Statements

Wednesday 29 September 2010
Address by H.E. Archbishop Dominique Mamberti Secretary for the Holy See’s Relations with States General Debate of the 65th session of the United NationsGeneral Assembly New York, 29 September 2010
For the French translation of the text, please click on:  French translationTo view the video recording, please click on this link: Video Mamberti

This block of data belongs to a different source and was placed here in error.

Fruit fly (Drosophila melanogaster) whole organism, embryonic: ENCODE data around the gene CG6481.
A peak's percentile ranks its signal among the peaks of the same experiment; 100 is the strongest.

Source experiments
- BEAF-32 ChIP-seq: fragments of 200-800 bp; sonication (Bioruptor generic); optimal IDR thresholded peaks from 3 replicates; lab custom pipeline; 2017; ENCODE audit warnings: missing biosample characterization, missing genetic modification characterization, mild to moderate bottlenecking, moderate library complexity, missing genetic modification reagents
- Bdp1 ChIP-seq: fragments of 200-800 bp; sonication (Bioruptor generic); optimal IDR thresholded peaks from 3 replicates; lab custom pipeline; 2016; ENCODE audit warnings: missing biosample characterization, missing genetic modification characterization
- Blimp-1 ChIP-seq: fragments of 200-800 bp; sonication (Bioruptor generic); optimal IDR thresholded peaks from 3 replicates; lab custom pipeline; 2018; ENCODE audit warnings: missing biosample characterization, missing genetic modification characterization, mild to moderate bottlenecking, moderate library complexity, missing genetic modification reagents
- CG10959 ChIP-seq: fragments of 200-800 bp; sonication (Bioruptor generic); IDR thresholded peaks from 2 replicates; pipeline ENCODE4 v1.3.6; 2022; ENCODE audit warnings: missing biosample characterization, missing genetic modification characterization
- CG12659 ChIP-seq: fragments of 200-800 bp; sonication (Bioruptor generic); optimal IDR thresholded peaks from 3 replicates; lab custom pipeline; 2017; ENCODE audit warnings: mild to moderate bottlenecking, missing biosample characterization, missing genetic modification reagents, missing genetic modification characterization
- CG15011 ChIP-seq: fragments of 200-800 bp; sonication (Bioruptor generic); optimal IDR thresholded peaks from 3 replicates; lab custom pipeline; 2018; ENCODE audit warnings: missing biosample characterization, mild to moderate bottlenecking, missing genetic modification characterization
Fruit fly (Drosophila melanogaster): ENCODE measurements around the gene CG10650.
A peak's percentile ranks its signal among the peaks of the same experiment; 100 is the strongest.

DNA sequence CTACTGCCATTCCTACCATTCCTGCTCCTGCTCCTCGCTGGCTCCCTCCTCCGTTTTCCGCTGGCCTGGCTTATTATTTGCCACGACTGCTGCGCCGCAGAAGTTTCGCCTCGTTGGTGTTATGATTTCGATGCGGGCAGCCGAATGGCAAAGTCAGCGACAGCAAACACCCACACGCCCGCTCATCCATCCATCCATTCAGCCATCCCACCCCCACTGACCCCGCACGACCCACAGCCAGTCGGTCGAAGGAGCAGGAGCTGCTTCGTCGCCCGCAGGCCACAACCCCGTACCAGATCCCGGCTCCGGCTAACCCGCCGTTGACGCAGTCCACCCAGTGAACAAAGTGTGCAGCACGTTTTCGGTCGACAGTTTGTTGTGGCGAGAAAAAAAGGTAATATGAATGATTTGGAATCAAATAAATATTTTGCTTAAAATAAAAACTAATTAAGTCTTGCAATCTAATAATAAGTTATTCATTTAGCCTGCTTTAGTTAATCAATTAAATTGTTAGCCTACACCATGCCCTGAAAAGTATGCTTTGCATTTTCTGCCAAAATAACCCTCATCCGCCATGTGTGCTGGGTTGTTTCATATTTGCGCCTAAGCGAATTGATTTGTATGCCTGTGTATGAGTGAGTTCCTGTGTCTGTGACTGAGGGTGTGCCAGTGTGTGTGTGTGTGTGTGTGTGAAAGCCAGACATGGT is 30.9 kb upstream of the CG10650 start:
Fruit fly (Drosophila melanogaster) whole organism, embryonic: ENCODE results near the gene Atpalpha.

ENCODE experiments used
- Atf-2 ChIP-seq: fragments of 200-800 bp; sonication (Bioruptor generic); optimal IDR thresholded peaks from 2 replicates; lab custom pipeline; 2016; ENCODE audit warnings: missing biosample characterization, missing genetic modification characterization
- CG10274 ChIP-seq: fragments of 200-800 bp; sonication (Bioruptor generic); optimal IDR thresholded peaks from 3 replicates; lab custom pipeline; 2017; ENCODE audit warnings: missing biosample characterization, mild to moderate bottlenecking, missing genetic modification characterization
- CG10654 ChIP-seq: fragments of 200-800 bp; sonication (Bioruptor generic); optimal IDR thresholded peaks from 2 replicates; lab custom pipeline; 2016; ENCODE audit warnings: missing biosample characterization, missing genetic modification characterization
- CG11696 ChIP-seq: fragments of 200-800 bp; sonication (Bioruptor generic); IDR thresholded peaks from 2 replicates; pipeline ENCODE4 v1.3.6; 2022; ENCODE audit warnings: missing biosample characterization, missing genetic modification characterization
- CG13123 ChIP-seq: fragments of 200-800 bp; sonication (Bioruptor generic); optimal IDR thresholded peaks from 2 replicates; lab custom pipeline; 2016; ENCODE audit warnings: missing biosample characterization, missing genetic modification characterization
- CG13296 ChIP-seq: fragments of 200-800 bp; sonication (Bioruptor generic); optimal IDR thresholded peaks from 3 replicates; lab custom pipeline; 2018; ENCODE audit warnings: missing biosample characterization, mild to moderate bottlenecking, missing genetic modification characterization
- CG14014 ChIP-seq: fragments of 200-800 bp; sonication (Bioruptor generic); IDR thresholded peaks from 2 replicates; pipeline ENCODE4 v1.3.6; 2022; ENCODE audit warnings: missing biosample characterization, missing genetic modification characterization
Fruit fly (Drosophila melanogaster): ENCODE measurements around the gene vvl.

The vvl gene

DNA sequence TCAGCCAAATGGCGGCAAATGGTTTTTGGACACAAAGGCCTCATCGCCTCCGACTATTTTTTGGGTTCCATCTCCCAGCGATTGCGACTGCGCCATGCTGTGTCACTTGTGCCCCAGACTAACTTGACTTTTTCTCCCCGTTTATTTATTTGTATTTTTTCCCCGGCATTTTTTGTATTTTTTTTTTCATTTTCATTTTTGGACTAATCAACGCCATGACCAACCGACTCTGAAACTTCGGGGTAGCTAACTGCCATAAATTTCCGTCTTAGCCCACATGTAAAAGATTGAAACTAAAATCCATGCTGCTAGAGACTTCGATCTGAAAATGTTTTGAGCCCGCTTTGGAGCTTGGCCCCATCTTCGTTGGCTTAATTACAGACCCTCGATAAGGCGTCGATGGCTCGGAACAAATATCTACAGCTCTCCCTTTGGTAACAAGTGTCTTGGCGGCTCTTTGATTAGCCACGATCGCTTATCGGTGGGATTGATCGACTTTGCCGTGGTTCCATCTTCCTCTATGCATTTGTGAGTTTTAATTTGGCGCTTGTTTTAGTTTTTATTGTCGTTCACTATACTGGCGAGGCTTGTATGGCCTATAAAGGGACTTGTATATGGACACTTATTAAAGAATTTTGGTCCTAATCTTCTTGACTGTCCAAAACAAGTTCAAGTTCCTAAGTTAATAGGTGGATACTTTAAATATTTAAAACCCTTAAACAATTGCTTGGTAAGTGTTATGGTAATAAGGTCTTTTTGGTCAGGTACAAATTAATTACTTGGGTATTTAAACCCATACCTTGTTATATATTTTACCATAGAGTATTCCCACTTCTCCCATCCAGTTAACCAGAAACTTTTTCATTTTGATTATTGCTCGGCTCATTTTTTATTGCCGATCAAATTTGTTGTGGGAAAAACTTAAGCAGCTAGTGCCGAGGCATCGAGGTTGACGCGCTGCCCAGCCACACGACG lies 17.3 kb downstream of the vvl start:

Address by H.E. Archbishop Dominique MambertiSecretary for the Holy See’s Relations with StatesGeneral Debate of the 65th session of the United NationsGeneral Assembly New York, 29 September 2010 Mr. President, On behalf of the Holy See I am pleased to extend our congratulations to you on your election as the President of the 65th session of the General Assembly and our best wishes for carrying out your mission successfully. In this new period of work of the General Assembly, the Holy See would like to extend to you its sincere collaboration to face the many challenges that the international community must tackle. Since 1945, each year the Heads of State or Government and Foreign Ministers from all continents come to this UN headquarters in New York, in order to discuss solutions for all major issues of common interest in world affairs, especially in matters of peace, collective security, disarmament, human rights, development cooperation and environmental protection. The sixty-five years that the United Nations has existed are already a unique historic event, in particular if you compare them with the disappointment of the hope in the peace conferences at the beginning of the 20th century and with the League of Nations. The very presence of the United Nations shows that humanity found in the organization a response to the terrible tragedies of two World Wars. In spite of the imperfections of its structures and its functioning, the United Nations has sought to provide solutions to international problems of an economic, social, cultural, and humanitarian nature by striving to carry out the mandate granted to it by the Charter, that is, to be a center for the coordination of the activities of nations with the view to maintaining peace and friendly relations among peoples (UN Charter 12-1.4). The dialogue among the representatives of nations which takes place each year at all sessions of the General Assembly, and remains open and lively in other bodies and agencies of the United Nations family was the fundamental instrument for accomplishing this mandate. Sometimes this dialogue, more than anything else, was a confrontation between opposed ideologies and irreconcilable positions. However, the United Nations has become an irreplaceable element in the lives of people and in the search for a better future for all inhabitants of the earth. That why the Holy See and the Catholic Church pay great attention to the UN, as was demonstrated by the visits of Popes Paul VI, John Paul II and Benedict XVI. It is from this perspective of a productive international dialogue, carried out with deliberations and discussions that take place in this room, that I would like to recall some important developments related to international peace and security which took place during the 64th session of the General Assembly. First of all, the Holy See welcomes the entry into force, on August 1st, of the Cluster Munitions Treaty. This instrument, which the Holy See was among the first States to ratify, does represent an important result for multilateralism based on constructive cooperation among governments and civil society, as well as the connection between humanitarian law and human rights. Such an outcome, rightly so, has been possible due to the spirit of cooperation among the various international partners which has kept the momentum throughout the last sixty-five years. Another important result was the positive conclusion last May of the NPT Review Conference, with the publication of a consensus-based document that provides for different actions related to the three main pillars of the treaty: nuclear disarmament, the non-proliferation of weapons, and the peaceful uses of nuclear energy. Among these, an important sign of hope was the decision to convene before 2012 a Conference for a Middle East free of nuclear weapons and other weapons of mass destruction. Another important outcome of the international dialogue was the positive conclusion last May of the Eighth Review Conference of the Nuclear Non Proliferation Treaty, with the publication of a consensus document that provides for various actions related to three basic points Treaty: nuclear disarmament, the non-proliferation of nuclear weapons and peaceful use of nuclear energy. Among them stands out as an important sign of hope, the decision to convene a Conference before 2012 on a Middle East free of nuclear weapons and other weapons of mass destruction. Along the lines of peace and disarmament again, the first session of the preparatory committee for a Conference on an Arms Trade Treaty (scheduled for 2012) held last July in New York also merits to be recalled. This conference will have to elaborate a legally binding instrument "that would set the highest possible international standards " on the transfer of conventional arms. It is emerged from that meeting that henceforth, the process initiated from the Treaty is shared by all States, who are aware of the need to legally regulate the arms trade, for the sake of peace, humanitarian protection as well as social and economic development. The debate during this session of the General Assembly may also make an important contribution to the Conference of 2012. In the context of the spirit of successful international dialogue, we should also welcome the signing of the NEW START Treaty between the U.S. and the Russian Federation. This signing is a step forward in the relations among the nuclear powers, and the Holy See hopes that it would new prospects and lead to substantial reductions in the future. Along these lines, during this session of the General Assembly, some days ago, a high-level meeting was held on disarmament which was very useful for discussing ways to give new life to the conference on disarmament and to continue to build a consensus on the major challenges facing disarmament, in particular the Comprehensive Test- Ban Treaty and the treaty banning the production of fissile materials. We must do everything possible to achieve a world free from nuclear weapons and the Holy See supports all efforts along these lines. During the previous session of the General Assembly, the United Nations made an unprecedented contribution to international cooperation and peace in Haiti where during the earthquake of 12 January 2010 the head of the United Nations Mission, Ambassador Hédi Annabi, died, as well as his assistant, Dr. Luiz da Costa, as well as eighty-two other civil servants and members of the peacekeeping forces. On behalf of the Holy See I would like to extend our sincere condolences to the Secretary-General and the national authorities of the persons who died, as well as to their families and colleagues. Their sacrifice should be an impetus for a new commitment to maintaining peace. The Holy See has always recognized and appreciated actions carried out by UN peacekeeping forces and I would like to reiterate this appreciation for the Missions accomplished during the previous session of the General Assembly. The important increase in requests for intervention in recent years show the increased confidence in the UN’s activities and cooperation with regional organizations, but it also highlights the importance of an increasingly great role by the UN and regional organizations in preventive diplomacy. Similarly, the action of the Peace Building Commission remains fundamental to rebuild the social, legal, and economic fabric that was destroyed by war and to avoid the relapse of conflicts. In the same line, initiatives to prevent conflicts, to peacefully resolve conflicts, to separate warring parties and for reconstruction deserve a generous, political and economic support from all members of the UN. Support from all would be an eloquent show of confidence in a destiny based on solidarity for humankind. If we may think that normative developments with relation to disarmament and non-proliferation of weapons do show signs of progress, there are reasons for concern with respect to many challenges facing global security and peace. Above all, military spending in the world continues to be excessive and even to increase. The problem of the exercise of the legitimate right of States to the peaceful development of nuclear energy in accordance with international monitoring remains relevant. The Holy See encourages all parties involved in the settling of various controversies, in particular those with respect to the Korean peninsula and in the Persian Gulf, as well as adjoining regions, to lead to carrying out an in-depth dialogue that would be able to reconcile harmoniously all of the interests of the nations concerned. The recent terrible natural disasters in Pakistan are compounded by other difficulties caused by conflicts in the region. In addition to the humanitarian response which should be generous and other measures to be taken, it is necessary to make an effort at mutual understanding and to understand the causes of the hostilities. Likewise, the sincere dialogue, confidence, and generosity in giving up short-term or circumstantial interests of all is the path to take to find a lasting solution to the conflict between Israel and Palestinians. Dialogue and understanding among the different parties, as well as attempts at reconciliation in Iraq and Myanmar for example, and in Central Asia, in the regions of the Caucasus, and other efforts to calm recurrent tensions in Africa, inter alia in Sudan especially before elections, all of these things remain relevant. In most conflicts, an economic element is in play. A significant increase in the living conditions of the Palestinian population and other peoples living in situations of civil or regional wars, would make a certain contribution so that violent opposition would be transformed into a calm and patient dialogue. Mr. President, Several days ago, in this Hall, the high-level event on the MDGs was held. All member States of the UN committed once again to solemnly make every effort necessary to achieve these goals before 2015. The Holy See can only welcome the repeated determination to eradicate poverty and hopes that the efforts will be carried out with determination. However, it is important to highlight that we cannot achieve these goals without implementing two major moral imperatives. On the one hand it is necessary that rich and emerging countries carry out their commitments with respect to development aid and that they create and ensure that a financial and trade framework that is more favorable to the weaker countries. On the other hand all, poor and rich, must drastically change the ethics of their political and economical measures which would guarantee good governance and eradicate corruption; otherwise we could arrive in 2015 without having achieved any results that would be sufficient, except, (perhaps this would be sad and paradoxical), in the area of demographic control and the promotion of certain life style of a minority, as mentioned in some of paragraphs of the Outcome Document of the recent Summit. In this case, the MDGs would be a genuine fraud for the integral human development. With respect to the environment, which is also MDG number seven, the participation of more than 150 heads of state and government in the Conference on Climate Change which took place in Copenhagen in December 2009 reveals the attention and the importance of the theme as complex as that of the climate on the international agenda. This issue, as everyone knows, concerns not only the scientific and environmental aspects of the climate, but also its socio-economic and ethical dimensions. The Holy See hopes that the upcoming session of the Conference of State Parties will take a political decision that makes more concrete the negotiations on a legally binding agreement. At the center of the debate there is organizing a development model based on a new energy system; however it is important to recall the ethic element underlying the question. It is not only a matter of achieving a world that depends less on fossil fuel and that is further committed to energy efficiency and to alternative energy, but also to modify the behavior of irresponsible and unlimited consumption. As my delegation emphasized during the MDG Conference, it is this behavior, and not the growth of population and the development of living conditions in the LDCs, that exert the greatest pressure on resources and on the environment. Positive results of the international community achieved during the previous sessions of the General Assembly could not have been achieved without dialogue among governments and members of civil society who joined this dialogue with increasing strength. However, to be sincere and fully effective, this dialogue must genuinely be a dia-logos, an exchange of wisdom and sharing wisdom. Dialogue must go far beyond mere exchange of words and for the quest for a balance between conflicted interests to a true sharing of wisdom in view of the common good. It was for this very reason that Article I of the Charter links the promotion of human rights and the defense of peace in settling international controversies and economic problems. Nations are not independent from the people who compose them. Consequently fundamental national interests of any government must be to create and maintain conditions conducive to develop fully the integral material and spiritual well-being of each of the inhabitants of their nation. This is why respect and promotion of human rights is the ultimate objective of dialogue and international affairs and, at the same time, an essential condition for a sincere and productive dialogue among nations. This is why the Holy See follows with great attention the activity of the 3rd Committee of the General Assembly, as well as the activity of the High Commission for Human Rights, and this intervention in this general debate gives me the opportunity also to express our support for the work done by the High Commission for Refugees and all bodies and specialization agencies who are working in the vast field of human rights and humanitarian law, such as ILO, IOM, ICRC. Along these lines, the Holy See also believes that progress, although slow, in discussion on the principle of responsibility to protect, adopted by consensus in September 2009, are a reason for hope. However, there is still a lack of determination and effective attention to problems of refugees, persons who have been expelled and major migratory displacements. The very history of the development of human rights which include the right of any individual to publically express one’s own faith and to disseminate it shows that respect for religious freedom is the cornerstone for building human rights. Indeed, if this freedom is missing, there is no recognition of a transcendent dimension of any human person which recognizes their superior dignity to a political recognition and which creates a framework for freedom and responsibility. If religious freedom is missing, then all human rights could just become concessions to the government or, at the most, the result of a balance of social forces that could change because there is no other way to achieve balance. As the Holy Father Pope Benedict XVI recalled during his address to the General Assembly in this Hall on 18 April 2008, “the founding of the United Nations, as we know, coincided with the profound upheavals that humanity experienced when reference to the meaning of transcendence and natural reason was abandoned, and in consequence, freedom and human dignity were grossly violated. When this happens, it threatens the objective foundations of the values inspiring and governing the international order and it undermines the cogent and inviolable principles formulated and consolidated by the United Nations.” It is therefore, in the words of the Pope, that “faced with new and insistent challenges, it is a mistake to fall back on a pragmatic approach, limited to determining “common ground”, minimal in content and weak in its effect”. Mr. President, Beyond the criticism of the public opinion on the organizational limits and the lack of effectiveness of the UN, we note that a universally shared awareness of the need for the organization as well as the universal sentiment of gratitude towards its actions in the past and present because we all understand that through the activity of all its bodies, it is an essential forum for dialogue and understanding among governments. The best guarantee that the organization will continue to carry out its historic mission to maintain unity and to coordinate all States with a view to achieving common goals of peace, security, and integral human development for all, will be provided through a constant reference to the dignity of all men and women and through effective respect beginning with respect for the right to life of even those who are the weakest as the sick approaching the end of their life or the unborn children - and for religious freedom. Thank you, Mr. President.